While it is heavily debated through the topics discussed during class whether to interpret the violence as symbolic or realistic of medieval society in a sense. It is still important to consider the importance of the recipe of violence and that even if it is symbolic, it is still incredibly graphic imagery of violence. There is no way to ignore the inner turmoil of people, symbolic or not, violence is a part of living, especially to live a righteous life as a Christian.  



  1. THE PERPETRATOR/AUTHORITATIVE FIGURE: If the authoritarian is deemed “Evil” by the witness, this recipe of aggression will result in bold flavors that are more of the “Violent” style. However, if the authoritarian is deemed “Good” by the witness, this recipe of aggression will result in purer flavors that are reminiscent of the “Punishment.” The human desire for symmetry, which we call “justice” is what incites the aggression that we call “punishment.”
  2.  TIME/PLACE/RELATION TO VICTIM: A “fresh” act of violence or a close proximity in both time, place, and relation is highly preferable when it comes to making the “flavor” of the violence full-bodied and strong. In comparison, a “stale” act of violence has a much paler taste. To avoid this, look out for acts of violence that are old, are imported from far away (the delivery may damage the information in transit or simply add to the staleness), or simply occur to a person you do not care about because you have never met them. However, be warned: if the act of violence occurs to a person you dislike, the formerly bold flavors of violence will begin to taste sweet, aligning in the “Punishment” style of violence. Furthermore, some people love revenge that is cold, so the age of the violence may be nuanced.
  3. TECHNIQUE OF VIOLENCE: Depending on the techniques and type of tools used, the notes detected from the act of aggression will change. For example if a butter knife is used, the process will be inefficient and the result will not be well executed. The public reaction will either be one of comical bewilderment or horrific shock. On the other hand, an efficient tool will leave no mess: if a gun is used, the lack of mess leaves the consumer unaffected—sometimes the flaws or gruesomeness of an act of aggression gives the act personality, and the distinguishing factors have a larger impact than a perfectly, efficient technique. A well done aggression may be sufficient to leave an impression on the consumer, but red and pinks usually are the preferred levels for maximum consumer satisfaction. An even more efficient tool—such as a bomb—may be used, and the consumer may be temporarily impressed by the number of violences committed, but the effectiveness will quickly fade, as people are pre-occupied with their own lives and do not think about the consequences or horrifying efficiency of a bomb (In Memory of W. B. Yeats, Part I: Stanza 5).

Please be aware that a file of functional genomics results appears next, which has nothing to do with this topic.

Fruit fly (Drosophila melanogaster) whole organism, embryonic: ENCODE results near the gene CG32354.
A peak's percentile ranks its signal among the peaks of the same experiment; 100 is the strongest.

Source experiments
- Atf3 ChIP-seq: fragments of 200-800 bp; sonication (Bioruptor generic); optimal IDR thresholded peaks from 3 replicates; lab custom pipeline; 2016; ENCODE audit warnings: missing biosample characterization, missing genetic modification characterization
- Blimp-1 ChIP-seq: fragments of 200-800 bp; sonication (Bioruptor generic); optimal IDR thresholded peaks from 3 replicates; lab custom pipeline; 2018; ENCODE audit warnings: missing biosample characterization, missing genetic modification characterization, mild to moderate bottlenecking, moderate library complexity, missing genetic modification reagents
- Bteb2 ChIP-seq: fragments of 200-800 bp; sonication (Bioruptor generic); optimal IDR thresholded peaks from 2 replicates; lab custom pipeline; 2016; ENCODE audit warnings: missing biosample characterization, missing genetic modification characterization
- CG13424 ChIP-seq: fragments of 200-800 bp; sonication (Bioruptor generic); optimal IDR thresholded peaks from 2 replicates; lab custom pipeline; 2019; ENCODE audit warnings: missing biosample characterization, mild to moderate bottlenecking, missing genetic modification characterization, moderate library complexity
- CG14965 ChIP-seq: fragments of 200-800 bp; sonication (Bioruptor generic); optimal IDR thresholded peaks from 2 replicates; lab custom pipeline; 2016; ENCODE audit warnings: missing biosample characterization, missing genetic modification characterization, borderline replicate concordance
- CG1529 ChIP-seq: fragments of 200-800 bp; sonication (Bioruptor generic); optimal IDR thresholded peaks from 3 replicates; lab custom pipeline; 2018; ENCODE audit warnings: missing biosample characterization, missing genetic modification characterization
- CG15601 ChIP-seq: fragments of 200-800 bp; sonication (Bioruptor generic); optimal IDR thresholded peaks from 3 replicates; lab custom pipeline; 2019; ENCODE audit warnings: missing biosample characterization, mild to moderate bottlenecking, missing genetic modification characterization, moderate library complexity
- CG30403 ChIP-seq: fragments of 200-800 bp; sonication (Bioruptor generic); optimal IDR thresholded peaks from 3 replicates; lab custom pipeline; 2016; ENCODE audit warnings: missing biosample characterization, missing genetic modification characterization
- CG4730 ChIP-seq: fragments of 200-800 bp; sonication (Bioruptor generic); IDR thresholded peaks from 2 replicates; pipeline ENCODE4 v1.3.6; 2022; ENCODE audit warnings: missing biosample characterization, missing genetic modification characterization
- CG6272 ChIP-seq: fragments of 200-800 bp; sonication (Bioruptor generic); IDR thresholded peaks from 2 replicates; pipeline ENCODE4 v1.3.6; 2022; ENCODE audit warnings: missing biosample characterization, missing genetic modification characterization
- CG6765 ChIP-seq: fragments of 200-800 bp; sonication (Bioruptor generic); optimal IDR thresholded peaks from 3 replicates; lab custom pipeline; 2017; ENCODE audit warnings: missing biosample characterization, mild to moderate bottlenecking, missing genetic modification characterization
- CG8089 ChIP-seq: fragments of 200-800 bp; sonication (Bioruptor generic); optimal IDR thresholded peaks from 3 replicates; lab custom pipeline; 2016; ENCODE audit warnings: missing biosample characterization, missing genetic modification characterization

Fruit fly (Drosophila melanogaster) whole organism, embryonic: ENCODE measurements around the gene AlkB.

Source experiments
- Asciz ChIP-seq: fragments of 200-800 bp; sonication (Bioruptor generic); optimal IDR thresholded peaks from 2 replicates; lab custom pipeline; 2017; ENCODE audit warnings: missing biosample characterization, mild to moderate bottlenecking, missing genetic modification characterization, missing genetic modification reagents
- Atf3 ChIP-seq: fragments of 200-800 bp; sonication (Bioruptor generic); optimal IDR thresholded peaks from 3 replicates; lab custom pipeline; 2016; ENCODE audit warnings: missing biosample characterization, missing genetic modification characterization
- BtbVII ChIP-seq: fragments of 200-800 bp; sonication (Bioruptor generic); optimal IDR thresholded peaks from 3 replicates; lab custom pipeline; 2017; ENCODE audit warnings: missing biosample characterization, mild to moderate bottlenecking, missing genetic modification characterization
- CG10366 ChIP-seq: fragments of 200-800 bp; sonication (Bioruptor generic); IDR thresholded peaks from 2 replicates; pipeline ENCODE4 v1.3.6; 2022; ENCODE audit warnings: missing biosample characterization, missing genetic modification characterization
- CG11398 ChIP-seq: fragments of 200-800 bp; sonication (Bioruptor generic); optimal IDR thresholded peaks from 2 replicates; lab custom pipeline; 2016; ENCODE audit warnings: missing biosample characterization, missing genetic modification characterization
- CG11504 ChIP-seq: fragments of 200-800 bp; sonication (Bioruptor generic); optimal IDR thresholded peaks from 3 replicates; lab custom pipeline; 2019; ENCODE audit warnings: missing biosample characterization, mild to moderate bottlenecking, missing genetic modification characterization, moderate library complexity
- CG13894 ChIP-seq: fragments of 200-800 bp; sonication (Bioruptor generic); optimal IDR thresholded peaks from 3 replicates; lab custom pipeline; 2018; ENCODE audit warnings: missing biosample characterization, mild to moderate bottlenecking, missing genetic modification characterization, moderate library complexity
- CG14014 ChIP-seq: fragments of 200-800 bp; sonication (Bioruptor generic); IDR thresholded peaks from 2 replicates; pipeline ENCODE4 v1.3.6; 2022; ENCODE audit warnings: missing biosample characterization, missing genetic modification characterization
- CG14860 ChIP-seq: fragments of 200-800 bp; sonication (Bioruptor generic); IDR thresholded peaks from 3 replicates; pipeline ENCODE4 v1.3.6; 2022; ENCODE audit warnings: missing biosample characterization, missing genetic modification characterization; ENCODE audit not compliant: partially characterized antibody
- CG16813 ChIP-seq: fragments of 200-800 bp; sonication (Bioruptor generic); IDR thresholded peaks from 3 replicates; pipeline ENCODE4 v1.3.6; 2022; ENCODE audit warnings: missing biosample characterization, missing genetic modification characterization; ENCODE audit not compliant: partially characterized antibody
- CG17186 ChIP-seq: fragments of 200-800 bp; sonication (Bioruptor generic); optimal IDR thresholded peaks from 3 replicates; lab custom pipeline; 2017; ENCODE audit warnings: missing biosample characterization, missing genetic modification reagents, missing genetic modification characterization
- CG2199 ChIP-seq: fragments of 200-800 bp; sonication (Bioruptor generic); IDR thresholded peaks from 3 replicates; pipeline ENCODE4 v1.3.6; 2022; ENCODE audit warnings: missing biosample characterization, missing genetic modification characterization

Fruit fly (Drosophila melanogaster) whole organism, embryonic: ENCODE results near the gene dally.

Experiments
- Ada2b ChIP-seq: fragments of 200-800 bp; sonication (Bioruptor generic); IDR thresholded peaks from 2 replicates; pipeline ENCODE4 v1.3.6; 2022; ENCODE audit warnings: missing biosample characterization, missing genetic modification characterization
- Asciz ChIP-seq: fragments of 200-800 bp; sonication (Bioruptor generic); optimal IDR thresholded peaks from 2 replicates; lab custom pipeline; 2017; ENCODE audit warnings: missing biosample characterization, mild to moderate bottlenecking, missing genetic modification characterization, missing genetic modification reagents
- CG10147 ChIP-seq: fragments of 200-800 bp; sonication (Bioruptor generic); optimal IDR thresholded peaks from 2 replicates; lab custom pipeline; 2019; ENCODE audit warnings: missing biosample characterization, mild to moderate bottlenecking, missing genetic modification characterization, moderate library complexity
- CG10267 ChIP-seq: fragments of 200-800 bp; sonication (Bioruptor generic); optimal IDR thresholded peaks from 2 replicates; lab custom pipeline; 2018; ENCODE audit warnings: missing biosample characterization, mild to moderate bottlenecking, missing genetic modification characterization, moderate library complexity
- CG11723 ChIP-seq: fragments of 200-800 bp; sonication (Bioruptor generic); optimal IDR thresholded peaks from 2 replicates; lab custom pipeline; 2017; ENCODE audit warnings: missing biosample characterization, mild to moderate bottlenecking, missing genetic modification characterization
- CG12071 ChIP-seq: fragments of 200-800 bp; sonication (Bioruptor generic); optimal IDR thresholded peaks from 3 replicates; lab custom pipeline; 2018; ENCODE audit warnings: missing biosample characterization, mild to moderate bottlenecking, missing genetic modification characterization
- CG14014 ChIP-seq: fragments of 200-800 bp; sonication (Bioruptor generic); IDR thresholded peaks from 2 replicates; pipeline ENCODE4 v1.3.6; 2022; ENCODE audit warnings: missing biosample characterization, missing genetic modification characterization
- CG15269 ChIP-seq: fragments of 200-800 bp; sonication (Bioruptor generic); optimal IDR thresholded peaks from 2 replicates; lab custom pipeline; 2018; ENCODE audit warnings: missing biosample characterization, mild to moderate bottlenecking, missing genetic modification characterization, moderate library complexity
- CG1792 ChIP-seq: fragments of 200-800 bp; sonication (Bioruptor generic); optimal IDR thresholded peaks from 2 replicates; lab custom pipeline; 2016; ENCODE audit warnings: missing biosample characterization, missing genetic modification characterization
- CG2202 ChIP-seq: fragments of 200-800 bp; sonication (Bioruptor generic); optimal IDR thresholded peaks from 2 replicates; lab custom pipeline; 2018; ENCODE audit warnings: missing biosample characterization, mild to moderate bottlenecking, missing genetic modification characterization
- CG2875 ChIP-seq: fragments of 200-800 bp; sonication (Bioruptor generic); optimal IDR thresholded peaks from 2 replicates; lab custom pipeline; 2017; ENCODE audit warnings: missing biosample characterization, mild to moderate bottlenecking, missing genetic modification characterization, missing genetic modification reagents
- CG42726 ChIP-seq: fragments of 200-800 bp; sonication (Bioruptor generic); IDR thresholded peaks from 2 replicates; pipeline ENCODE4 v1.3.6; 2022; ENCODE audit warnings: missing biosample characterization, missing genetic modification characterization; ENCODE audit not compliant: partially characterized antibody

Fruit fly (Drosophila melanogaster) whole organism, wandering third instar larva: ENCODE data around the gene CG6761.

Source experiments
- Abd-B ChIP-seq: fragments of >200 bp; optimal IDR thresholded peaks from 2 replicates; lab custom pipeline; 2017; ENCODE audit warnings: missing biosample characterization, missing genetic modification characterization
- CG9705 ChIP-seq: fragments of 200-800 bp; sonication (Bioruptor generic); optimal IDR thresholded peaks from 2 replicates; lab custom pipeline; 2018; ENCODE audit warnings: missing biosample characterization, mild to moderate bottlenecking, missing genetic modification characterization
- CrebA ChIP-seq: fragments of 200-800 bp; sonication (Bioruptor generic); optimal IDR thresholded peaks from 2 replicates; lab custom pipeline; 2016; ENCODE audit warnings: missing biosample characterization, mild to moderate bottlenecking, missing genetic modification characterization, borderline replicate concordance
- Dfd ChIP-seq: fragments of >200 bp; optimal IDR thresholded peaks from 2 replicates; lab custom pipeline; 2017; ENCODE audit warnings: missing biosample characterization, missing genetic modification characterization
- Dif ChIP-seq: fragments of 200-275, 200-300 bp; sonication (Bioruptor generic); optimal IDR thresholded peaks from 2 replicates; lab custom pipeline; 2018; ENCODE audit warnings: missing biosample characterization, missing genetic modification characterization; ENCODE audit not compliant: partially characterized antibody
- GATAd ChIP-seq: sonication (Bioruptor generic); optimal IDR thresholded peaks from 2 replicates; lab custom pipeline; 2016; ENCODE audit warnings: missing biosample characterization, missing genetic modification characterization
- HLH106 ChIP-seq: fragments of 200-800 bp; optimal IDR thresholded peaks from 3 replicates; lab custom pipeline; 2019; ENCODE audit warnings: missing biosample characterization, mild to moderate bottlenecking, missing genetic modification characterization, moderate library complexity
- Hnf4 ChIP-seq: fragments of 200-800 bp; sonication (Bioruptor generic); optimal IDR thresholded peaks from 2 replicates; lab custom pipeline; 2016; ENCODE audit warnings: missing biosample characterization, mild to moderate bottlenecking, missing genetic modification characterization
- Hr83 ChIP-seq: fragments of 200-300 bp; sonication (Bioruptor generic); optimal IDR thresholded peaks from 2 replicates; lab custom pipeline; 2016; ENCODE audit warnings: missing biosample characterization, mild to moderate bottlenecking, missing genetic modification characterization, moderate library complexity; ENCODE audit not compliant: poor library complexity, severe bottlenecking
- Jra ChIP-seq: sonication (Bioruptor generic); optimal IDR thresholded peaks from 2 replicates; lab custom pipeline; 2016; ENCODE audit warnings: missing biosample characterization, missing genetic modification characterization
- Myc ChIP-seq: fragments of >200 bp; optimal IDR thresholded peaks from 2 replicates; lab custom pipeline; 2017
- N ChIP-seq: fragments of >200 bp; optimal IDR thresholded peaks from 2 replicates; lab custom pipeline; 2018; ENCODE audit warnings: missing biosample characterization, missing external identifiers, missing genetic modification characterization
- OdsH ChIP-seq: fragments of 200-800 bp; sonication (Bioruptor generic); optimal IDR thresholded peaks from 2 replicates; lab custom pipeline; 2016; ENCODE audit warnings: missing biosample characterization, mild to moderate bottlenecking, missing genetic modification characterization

4. PRESENTATION MATTERS: To be handed news from a friend is much more impactful than a nameless server. Furthermore, the notes or insights gained from the news of violence will also vary wildly with medium. Just as consuming Totino’s Pizza Rolls feels different from a slice of pizza despite the ingredients being the same, watching a live video of a man getting decapitated is different from a stick figure drawing of a man getting his head displaced. 
  5. If you want more customizations, check out this link here!


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Signing off: Group 5 (Chef Cassidy and Chef Donna)